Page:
provides coordinated support for the Member States' research, technological development and demonstration (RTD) activities in order to reduce market failures and focus on the development of commercial applications. The Fuel Cells and Hydrogen Joint Undertaking has been operational for over two years. An operational cycle has been completed, including calls for proposals, evaluation of proposals, negotiations on funding and concluding grant agreements (2);


supports the implementation of the RTD priorities of the joint technology initiative on fuel cells and hydrogen by granting funding (the EU's contribution amounts to EUR 470 million) on a competitive basis following calls for proposals; and


aims to foster an increase in public and private investment in research into fuel cells and hydrogen technologies.

2.3   The main tasks and activities of the Fuel Cells and Hydrogen Joint Undertaking are as follows:


to ensure that the joint technology initiative is set up and managed efficiently;


to ensure that research activities achieve critical mass;


to encourage new industrial investment at national and regional levels;


to stimulate innovation and the emergence of new value chains including SMEs;


to facilitate interaction between industry, universities and basic and applied research centres;


to promote the involvement of SMEs in accordance with the objectives of the Seventh Framework Programme;


to encourage participation by institutions from all Member States and associated countries;


to carry out research activities with a view to drafting new rules and standards, ensuring smooth operation and no barriers to innovation;


to carry out communication and dissemination activities and provide trustworthy information for the general public;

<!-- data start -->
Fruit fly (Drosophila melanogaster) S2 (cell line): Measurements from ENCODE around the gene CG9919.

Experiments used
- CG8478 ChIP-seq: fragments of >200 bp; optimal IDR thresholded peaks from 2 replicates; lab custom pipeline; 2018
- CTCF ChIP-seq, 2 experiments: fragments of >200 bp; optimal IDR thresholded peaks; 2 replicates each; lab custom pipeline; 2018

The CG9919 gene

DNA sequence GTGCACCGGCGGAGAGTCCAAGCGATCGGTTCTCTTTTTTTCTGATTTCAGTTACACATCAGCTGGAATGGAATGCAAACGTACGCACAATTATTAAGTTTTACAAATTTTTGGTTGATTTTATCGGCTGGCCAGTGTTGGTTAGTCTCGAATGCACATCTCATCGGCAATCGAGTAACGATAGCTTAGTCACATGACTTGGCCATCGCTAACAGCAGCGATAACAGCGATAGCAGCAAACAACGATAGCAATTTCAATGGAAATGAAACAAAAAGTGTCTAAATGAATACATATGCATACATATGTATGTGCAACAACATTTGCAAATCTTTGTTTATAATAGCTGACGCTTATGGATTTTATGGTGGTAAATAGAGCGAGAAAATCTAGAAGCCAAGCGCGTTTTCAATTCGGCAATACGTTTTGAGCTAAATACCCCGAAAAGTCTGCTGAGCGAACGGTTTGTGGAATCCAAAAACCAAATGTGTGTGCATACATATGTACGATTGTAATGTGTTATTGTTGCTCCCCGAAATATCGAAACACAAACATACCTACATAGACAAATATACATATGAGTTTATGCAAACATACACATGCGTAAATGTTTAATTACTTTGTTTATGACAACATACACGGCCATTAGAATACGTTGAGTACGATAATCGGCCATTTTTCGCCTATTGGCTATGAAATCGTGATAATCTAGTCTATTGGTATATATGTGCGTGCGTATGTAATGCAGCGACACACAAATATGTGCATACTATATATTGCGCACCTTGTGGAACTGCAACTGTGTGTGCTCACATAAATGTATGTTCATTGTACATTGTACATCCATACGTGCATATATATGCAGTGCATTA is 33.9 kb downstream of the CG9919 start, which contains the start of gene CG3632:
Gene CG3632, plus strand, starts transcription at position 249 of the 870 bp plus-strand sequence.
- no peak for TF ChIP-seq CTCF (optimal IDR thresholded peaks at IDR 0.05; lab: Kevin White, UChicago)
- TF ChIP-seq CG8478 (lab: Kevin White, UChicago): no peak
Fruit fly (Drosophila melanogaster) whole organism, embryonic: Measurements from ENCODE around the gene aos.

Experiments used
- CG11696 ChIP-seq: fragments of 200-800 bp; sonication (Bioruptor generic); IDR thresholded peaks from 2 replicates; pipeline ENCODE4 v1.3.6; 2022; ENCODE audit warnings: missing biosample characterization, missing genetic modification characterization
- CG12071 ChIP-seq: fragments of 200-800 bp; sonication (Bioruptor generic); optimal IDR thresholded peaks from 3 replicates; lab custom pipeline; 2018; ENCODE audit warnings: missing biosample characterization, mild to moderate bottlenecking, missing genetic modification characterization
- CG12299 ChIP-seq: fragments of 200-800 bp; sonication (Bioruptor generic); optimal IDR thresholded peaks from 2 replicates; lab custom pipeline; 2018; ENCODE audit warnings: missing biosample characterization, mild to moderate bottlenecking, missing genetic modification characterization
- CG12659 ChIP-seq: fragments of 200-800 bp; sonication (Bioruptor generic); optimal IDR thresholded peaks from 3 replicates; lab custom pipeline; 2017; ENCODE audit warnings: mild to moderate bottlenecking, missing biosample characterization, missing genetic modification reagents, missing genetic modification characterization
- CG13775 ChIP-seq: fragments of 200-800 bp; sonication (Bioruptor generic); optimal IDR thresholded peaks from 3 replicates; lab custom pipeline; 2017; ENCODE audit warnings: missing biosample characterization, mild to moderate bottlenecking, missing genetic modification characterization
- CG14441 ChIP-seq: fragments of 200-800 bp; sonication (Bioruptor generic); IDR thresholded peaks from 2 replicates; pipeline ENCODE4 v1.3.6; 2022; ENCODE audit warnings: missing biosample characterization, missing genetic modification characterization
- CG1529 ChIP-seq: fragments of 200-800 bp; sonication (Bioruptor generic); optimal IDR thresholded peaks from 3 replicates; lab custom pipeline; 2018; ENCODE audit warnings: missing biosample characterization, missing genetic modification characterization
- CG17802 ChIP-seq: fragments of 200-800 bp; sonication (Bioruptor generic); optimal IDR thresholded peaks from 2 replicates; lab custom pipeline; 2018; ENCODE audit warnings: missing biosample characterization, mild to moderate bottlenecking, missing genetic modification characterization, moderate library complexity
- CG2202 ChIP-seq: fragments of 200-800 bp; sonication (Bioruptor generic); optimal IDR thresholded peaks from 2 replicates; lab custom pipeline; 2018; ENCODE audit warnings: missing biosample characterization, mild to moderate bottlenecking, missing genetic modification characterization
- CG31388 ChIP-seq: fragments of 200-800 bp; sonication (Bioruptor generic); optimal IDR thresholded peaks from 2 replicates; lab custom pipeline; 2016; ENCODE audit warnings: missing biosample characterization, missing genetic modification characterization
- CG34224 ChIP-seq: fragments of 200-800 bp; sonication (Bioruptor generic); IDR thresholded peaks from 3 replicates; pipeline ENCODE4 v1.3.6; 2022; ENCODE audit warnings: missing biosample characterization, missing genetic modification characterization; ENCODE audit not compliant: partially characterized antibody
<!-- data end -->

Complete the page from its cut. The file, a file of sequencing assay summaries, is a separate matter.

to commit EU funds and mobilise private-sector resources;


to ensure proper financial management of resources; and


to ensure a transparent and level playing field for all candidates, particularly SMEs.

2.4   The Fuel Cells and Hydrogen Joint Undertaking contributes to the implementation of the Seventh Framework Programme, particularly in the areas of energy, nanosciences, nanotechnologies and new production technologies, and transport including aeronautics, as set out in the specific programme on cooperation.

3.   Commission proposal

3.1   Joint technology initiatives were introduced in the Seventh Framework Programme (3) under Article 187 of the TFEU as a means of establishing partnerships at European level between the public and private sectors in the area of research.

3.2   The Committee (4) points out that joint technology initiatives reflect the EU's strong commitment to coordinating research activities, thereby helping to consolidate the European Research Area and achieve the EU's competitiveness goals.

3.3   From the outset, in order to participate, the industrial sector has been required to make a financial contribution amounting to 50 % of the running costs and a contribution in kind to the operating costs which must at least match the Commission's financial contribution.

3.4   The Committee is disappointed to observe that as a result of the first two calls for proposals for the Fuel Cells and Hydrogen Joint Undertaking, the maximum funding levels had to be systematically evaluated and reduced for all participants: for large industries the contribution to the Joint Undertaking was cut from 50 % to 33 %, while for SMEs and research bodies it was cut from 75 % to 50 %.